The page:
Benoit Richard, 36, first “descended” when he was 16.

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“My parents screwed the lid on tight, so this was my huge playground,” he says as he walks through the quarries in tennis shoes, ripped jeans and a headlamp. He occasionally glances at a map, but doesn’t mind getting a little turned around every now and then.

“The quarries are a kid’s dream … and to walk around the streets of Paris, and know that underneath is this whole other dimension, it makes you feel strong,” he says. “Because most people don’t know what’s under them. But you do.

“It’s the stomach of Paris. A kind of negative, flipped image of the city.”

One group famously set up a movie theater in the quarries in early 2000. “Instead of wasting time trying to convince administrative officials to let us use a space for an art project, we just figured we could use the same amount of time to break in and do as we liked,” says Lazar Kunstmann, who was involved with the project.

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Kunstmann and his clandestine group, L’UX, regularly occupy public spaces that are off-limits and unused, sometimes by mysteriously getting hold of the keys. Then they host “cultural experiences,” which Kunstmann says he cannot describe because they must remain secret.

Not everyone shares the same vision of the quarries.

“It’s pretty strange, you know, to want to go underground in the dark and sit there alone,” says Xavier Piccino, deputy head of the Inspection Generale des Carrieres, or IGC, which monitors the quarries. “There’s nothing romantic about the quarries.

“I have other things on my mind than to talk about quarries when I go home at night,” he says, visibly annoyed at having to discuss the cataphile troublemakers, or “parasites,” as he calls them.

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“When we do public construction works, " Piccino says, “we always have to think: Is there someone who’s going to come behind our backs and destroy what we did?” But he also suggests that the group is just a minor nuisance. “It’s much faster to plug a hole than to dig one,” he says with a grin.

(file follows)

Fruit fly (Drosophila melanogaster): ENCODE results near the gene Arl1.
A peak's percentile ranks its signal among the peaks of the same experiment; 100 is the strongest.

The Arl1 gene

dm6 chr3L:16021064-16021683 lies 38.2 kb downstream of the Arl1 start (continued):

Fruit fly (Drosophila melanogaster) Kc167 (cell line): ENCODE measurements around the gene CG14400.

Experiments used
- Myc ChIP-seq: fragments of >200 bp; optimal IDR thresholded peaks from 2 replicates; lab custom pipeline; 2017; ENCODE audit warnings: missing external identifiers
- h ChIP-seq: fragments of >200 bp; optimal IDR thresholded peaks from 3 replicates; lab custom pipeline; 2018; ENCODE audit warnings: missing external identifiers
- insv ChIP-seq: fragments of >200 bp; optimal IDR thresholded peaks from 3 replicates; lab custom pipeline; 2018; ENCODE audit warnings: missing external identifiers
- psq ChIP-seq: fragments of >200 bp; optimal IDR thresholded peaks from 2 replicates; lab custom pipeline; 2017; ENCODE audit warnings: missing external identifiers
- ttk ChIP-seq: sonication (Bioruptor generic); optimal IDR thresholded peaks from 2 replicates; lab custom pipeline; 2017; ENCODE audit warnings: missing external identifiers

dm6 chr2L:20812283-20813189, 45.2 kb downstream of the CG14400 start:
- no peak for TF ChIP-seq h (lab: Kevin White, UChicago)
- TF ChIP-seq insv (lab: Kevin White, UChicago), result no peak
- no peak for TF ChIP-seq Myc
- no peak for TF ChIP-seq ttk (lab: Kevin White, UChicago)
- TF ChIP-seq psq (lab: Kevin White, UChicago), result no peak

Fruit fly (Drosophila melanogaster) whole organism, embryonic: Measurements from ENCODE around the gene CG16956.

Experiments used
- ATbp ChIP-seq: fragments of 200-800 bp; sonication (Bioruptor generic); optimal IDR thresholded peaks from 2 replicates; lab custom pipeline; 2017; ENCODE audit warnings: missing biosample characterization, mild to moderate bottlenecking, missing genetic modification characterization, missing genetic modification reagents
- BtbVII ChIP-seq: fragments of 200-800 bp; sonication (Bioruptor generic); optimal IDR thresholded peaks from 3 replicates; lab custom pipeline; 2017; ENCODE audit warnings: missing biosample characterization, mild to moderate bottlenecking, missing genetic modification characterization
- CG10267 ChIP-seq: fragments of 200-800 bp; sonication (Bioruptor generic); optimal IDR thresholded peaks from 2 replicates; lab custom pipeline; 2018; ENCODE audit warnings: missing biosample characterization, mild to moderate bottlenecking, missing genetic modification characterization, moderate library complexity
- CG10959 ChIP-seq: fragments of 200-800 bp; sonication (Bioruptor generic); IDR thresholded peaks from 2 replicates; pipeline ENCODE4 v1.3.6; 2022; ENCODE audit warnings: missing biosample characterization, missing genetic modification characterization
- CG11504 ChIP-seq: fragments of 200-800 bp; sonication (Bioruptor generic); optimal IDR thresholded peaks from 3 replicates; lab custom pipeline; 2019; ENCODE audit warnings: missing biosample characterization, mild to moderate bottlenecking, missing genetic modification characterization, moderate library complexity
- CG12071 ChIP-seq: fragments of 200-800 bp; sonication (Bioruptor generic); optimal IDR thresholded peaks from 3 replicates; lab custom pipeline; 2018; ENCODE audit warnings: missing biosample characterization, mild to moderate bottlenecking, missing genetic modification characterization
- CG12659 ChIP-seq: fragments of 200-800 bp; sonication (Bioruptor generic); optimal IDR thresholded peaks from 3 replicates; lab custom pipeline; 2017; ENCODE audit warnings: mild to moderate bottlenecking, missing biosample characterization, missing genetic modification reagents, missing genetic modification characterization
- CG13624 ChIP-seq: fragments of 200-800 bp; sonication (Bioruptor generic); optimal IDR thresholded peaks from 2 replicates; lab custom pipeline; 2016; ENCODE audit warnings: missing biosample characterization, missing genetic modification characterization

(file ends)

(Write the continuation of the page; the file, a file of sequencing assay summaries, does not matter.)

And as for the underground graffiti, “none of it is beautiful.... That is not what I call art.”

Some believe the oldest bits of graffiti, charcoal-colored markings of a few dates and names on the quarry walls, date to 1777, when King Louis XVI created the IGC to prevent Paris from caving in on itself.

After the mines fell out of use, people forgot their location and size, and Paris expanded over the porous earth. Around 1774, a major avenue and the apartment buildings on it collapsed into the ground.

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The IGC was charged with digging miles of corridors below the city to find the old quarries, consolidate them and prop them up to avoid another collapse, a job it still does today.

Yann Sauret, 35, likes to admire the stone carvings and masonry done by the original IGC team, saying it reminds him of his more than 300-year-old family home. So he felt comfortable right away when he began descending more than 20 years ago.

“I found a place that was blocked in time. That was what was so magical. You’re so disconnected there, which is why I no longer do it as often, so that I don’t feel separated from my two kids,” he says while taking a dinner break from his job as a technician for a phone company.

“It’s all for fun, and it’s forbidden. And you do something that is abracadabra-esque,” Sauret says of the cataphile experience. “It’s about saying that sometimes you have the right to lose it, let go and do what you want.”

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Lauter is a special correspondent.